.method public hidebysig static class [mscorlib]System.Exception

             Invoke(class ExceptionFilters.UserRoutine routine,

                    class ExceptionFilters.ExceptionFilter filterBlock,

                    class ExceptionFilters.ExecuteHandler catchBlock,

                    class ExceptionFilters.FaultHandler faultBlock,

                    class ExceptionFilters.FinallyHandler finallyBlock

                     ) cil managed

     {

       //.maxstack 2

       .locals init (

    [0] class [mscorlib]System.Exception e,

    [1] bool isNull )

       .try // outermost try for finally handler

       {

    .try // try for filter/catch

    {

    .try // inner try for fault

    {

    // this ASSUMES that the UserRoutine is NEVER null

    ldarg.0 // push ‘routine’ argument onto execution stack

    callvirt   instance void ExceptionFilters.UserRoutine::Invoke()

    leave.s EOF

    } // .try // inner try for fault

    fault

    {

    // null check

    ldarg.3 // push ‘fault handler’ argument onto execution stack

    ldnull // load null onto eval stack

    ceq // Compares two values. Push 1 if equal, otherwise push 0

    ldc.i4.0 // push 0 onto stack; if previous result == 0 then is not null

    ceq // Compares two values. Push 1 if equal, otherwise push 0

    brfalse.s dontCallFault // dont call fault

    // call fault handler

    ldarg.3  // push ‘fault handler’ argument onto execution stack

    callvirt   instance void ExceptionFilters.FaultHandler::Invoke()

    dontCallFault:

    endfault

    }

    }  // end .try

    filter

    {

    // verify the object is an exception

    castclass class [mscorlib]System.Exception

    // 1st save exception object on stack

    stloc.0   // store arg on stack into local variable 0

    // null check

    ldarg.1 // push ‘filter handler’ argument onto execution stack

    ldnull // load null onto eval stack

    ceq // Compares two values. Push 1 if equal, otherwise push 0

    brtrue.s  dontCallFilter // dont call filter (handler was null

    // call filter

    ldarg.1 // push ‘filter’ argument onto execution stack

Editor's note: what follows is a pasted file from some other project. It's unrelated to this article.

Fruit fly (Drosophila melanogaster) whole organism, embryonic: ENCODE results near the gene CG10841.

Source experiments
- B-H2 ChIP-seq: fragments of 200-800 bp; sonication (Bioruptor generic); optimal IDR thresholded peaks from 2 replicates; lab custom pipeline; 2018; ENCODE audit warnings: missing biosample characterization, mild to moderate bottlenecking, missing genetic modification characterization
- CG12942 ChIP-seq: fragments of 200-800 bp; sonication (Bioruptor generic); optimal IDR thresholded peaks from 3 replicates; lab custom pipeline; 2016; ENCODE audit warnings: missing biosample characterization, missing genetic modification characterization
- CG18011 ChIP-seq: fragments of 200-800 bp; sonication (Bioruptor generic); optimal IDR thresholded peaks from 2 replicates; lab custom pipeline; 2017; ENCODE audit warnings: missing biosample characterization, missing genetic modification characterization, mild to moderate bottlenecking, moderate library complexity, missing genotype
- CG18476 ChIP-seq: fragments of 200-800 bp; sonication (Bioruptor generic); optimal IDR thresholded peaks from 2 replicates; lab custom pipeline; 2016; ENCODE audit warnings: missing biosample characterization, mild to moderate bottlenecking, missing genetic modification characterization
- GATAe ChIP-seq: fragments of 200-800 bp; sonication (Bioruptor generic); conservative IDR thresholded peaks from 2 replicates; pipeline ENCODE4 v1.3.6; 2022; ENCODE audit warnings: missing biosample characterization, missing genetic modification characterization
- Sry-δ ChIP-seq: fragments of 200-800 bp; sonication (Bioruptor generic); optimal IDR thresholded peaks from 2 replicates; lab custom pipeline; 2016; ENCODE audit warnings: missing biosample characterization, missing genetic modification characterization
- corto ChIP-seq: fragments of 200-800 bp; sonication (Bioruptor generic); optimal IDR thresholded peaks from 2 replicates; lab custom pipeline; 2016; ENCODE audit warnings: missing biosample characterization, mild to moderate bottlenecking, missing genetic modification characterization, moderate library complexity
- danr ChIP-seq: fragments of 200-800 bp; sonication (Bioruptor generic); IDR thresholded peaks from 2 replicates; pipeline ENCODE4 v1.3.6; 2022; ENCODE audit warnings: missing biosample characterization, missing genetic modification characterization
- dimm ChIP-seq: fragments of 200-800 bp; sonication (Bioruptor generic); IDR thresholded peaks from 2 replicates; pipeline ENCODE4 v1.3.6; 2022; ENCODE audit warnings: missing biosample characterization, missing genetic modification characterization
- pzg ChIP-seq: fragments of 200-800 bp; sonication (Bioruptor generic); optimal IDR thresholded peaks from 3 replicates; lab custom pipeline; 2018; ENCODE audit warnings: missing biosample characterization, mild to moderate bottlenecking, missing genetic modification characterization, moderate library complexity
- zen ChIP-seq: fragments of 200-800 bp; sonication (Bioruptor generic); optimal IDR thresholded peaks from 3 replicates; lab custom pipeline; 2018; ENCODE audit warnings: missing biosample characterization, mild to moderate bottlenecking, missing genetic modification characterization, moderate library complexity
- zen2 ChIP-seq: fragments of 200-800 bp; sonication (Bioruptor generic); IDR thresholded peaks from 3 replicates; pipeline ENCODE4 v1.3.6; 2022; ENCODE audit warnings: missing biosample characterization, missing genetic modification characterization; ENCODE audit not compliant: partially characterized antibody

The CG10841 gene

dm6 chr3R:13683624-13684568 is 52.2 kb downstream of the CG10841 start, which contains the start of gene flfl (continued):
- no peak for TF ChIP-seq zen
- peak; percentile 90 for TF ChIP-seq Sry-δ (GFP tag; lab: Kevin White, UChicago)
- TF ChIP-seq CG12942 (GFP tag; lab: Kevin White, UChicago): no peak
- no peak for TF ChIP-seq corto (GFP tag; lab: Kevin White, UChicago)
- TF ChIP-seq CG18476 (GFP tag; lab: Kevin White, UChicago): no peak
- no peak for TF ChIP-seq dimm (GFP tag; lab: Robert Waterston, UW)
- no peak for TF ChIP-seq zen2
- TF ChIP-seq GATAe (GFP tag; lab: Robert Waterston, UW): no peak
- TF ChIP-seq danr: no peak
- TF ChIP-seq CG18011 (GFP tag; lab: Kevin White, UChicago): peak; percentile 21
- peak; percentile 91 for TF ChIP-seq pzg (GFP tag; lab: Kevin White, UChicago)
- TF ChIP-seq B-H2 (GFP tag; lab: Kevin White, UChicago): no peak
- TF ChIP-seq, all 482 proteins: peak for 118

ldloc.0 // load exception from local variable 0 onto stack

    callvirt   instance valuetype ExceptionFilters.ExceptionDisposition ExceptionFilters.ExceptionFilter::Invoke(class [mscorlib]System.Exception)

    // check result

    ldc.i4.1 // is result == ExecuteHandler?

    ceq // compare and push result on stack. If equal it pushes 1, otherwise pushes 0

    // if return was == 1 then execute handler (push 1 on stack) otherwise continue search (push 0)

    br exitFilter

    dontCallFilter:

    ldc.i4.1 // push 1 onto stack (execute handler)

    exitFilter:

    endfilter

    }

    { // this is the actual handler code. this calls the user’s handler code.

    // there’s no way to specify the exception type here.

    // verify the object is an exception

    castclass class [mscorlib]System.Exception

    stloc.0   // store arg on stack into local variable 0

    // null check

    ldarg.2 // push ‘catch handler’ argument onto execution stack

    ldnull // load null onto eval stack

    ceq // Compares two values. Push 1 if equal, otherwise push 0

    // If the value is null then the branch is true

    brtrue.s  DontCallCatch // don’t call catch handler (it was null)

    // call the catch handler

    ldarg.2  // push ‘catch handler’ argument onto execution stack

    ldloc.0 // load exception onto stack

    callvirt   instance void ExceptionFilters.ExecuteHandler::Invoke(class [mscorlib]System.Exception)

    leave.s EOF

    DontCallCatch:

    //ldloc.0 // load exception onto stack (for return)

    // if there’s no handler, just rethrow the execption

    rethrow // don’t swallow it, rethrow

    }  // end catch handler

    } // .try // outermost try for finally handler

    finally

    {

    // null check

    ldarg.s 4 // push ‘finally handler’ argument onto execution stack

    ldnull // load null onto eval stack

    ceq // Compares two values. Push 1 if equal, otherwise push 0

    brtrue.s  dontCallFinally // call finally handler

    ldarg.s 4  // push ‘finally handler’ argument onto execution stack

    callvirt   instance void ExceptionFilters.FinallyHandler::Invoke()

    dontCallFinally:

    endfinally